Following our examination of the trial record, we determine the Division has presented clear and convincing evidence to support the four-pronged statutory test for an award of guardianship, N.J.S.A. 30:4C-15.1(a)(1) to (4). Accordingly, we affirm the judgment terminating the parental rights of D.M.B.

The facts are not disputed. Our focus is limited to D.M.B.'s three children fathered by A.J.B.*fn1 After his birth on October 6, 1997, J.D.B. was placed in foster care directly from the hospital. The Division removed the child after receiving a referral from a nurse, who identified concerns with D.M.B.'s ability to care for her newborn son. When D.M.B. began psychiatric treatment and counseling, and her mother agreed to assist in J.D.B.'s care, the Division returned the child to his mother and continued to supervise the family.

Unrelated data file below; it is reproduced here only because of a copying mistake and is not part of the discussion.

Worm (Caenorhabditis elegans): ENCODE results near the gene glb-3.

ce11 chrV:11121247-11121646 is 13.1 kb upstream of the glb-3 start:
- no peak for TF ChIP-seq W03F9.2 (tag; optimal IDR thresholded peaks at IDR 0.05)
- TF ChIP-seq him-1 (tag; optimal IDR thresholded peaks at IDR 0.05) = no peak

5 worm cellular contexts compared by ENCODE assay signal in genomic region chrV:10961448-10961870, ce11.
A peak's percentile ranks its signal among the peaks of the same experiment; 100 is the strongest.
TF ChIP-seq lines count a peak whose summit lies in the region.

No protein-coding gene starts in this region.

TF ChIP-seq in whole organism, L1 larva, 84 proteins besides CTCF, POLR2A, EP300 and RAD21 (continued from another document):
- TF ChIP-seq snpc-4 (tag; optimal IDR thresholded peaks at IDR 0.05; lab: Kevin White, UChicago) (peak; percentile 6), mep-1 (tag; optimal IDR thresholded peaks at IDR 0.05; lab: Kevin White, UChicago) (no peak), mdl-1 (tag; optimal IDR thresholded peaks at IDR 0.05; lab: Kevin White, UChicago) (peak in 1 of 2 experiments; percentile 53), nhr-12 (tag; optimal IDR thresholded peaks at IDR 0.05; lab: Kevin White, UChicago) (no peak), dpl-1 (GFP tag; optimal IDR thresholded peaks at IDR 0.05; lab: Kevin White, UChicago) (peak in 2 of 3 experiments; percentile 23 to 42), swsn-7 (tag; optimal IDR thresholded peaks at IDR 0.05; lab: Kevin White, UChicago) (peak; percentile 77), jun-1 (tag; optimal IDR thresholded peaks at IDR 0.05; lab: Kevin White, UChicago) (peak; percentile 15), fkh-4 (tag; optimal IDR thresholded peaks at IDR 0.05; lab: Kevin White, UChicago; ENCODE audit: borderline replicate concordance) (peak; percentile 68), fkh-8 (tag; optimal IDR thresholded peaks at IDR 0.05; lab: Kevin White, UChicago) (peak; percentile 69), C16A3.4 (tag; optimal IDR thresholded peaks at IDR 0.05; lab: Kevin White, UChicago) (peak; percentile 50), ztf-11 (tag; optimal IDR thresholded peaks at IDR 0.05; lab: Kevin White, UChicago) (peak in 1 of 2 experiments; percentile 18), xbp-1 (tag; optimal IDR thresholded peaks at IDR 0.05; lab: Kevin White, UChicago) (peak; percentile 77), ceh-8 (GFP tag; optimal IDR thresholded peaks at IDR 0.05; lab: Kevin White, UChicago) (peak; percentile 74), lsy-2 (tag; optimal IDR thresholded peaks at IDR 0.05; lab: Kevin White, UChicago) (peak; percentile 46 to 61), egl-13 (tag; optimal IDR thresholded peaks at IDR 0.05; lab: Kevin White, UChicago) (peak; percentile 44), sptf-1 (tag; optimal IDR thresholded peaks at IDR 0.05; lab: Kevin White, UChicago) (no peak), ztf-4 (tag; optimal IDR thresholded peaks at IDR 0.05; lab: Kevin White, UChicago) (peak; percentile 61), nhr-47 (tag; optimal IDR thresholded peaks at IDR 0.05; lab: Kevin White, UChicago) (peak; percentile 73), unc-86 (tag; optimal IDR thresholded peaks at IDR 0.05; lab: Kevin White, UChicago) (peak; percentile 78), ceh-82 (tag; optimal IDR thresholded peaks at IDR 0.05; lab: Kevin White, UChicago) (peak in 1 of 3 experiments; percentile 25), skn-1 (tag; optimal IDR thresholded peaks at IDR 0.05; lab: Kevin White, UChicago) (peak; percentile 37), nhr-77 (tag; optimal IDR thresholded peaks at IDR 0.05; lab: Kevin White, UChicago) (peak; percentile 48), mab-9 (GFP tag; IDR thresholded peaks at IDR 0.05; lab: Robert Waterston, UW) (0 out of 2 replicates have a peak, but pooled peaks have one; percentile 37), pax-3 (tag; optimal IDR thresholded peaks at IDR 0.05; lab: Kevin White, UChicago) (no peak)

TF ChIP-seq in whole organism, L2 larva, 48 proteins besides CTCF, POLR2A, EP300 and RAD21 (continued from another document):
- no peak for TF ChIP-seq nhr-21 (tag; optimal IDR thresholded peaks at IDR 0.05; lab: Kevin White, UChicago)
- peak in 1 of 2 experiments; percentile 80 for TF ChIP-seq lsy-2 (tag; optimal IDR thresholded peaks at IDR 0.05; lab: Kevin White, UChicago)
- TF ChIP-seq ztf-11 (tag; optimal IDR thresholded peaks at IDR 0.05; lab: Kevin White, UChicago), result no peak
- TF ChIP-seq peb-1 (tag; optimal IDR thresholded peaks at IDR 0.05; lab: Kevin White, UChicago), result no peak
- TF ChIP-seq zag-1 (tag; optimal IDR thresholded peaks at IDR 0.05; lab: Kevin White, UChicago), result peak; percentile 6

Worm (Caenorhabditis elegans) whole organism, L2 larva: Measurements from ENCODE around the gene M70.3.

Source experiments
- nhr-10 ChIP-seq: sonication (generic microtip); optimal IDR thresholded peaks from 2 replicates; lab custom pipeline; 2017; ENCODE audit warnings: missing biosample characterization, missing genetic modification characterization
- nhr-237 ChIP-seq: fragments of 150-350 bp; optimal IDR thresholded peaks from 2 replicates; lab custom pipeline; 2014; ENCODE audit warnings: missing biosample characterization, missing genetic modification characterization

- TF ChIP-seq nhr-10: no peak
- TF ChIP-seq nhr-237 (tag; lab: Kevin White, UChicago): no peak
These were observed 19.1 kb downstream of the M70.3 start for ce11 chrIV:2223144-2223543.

J.A.B. was born on November 29, 1998. Two days before Christmas, D.M.B. called the Division asking that her sons be placed in foster care, admitting she had used alcohol and marijuana during her pregnancy. D.M.B. later withdrew her request when her brother agreed to stay with her to assist in the children's care. In a follow-up visit on January 26, 1999, D.M.B. reported everything was fine and she was involved with the Treatment Alternatives for Children at Risk program. The Division offered counseling and parenting classes, which D.M.B. declined.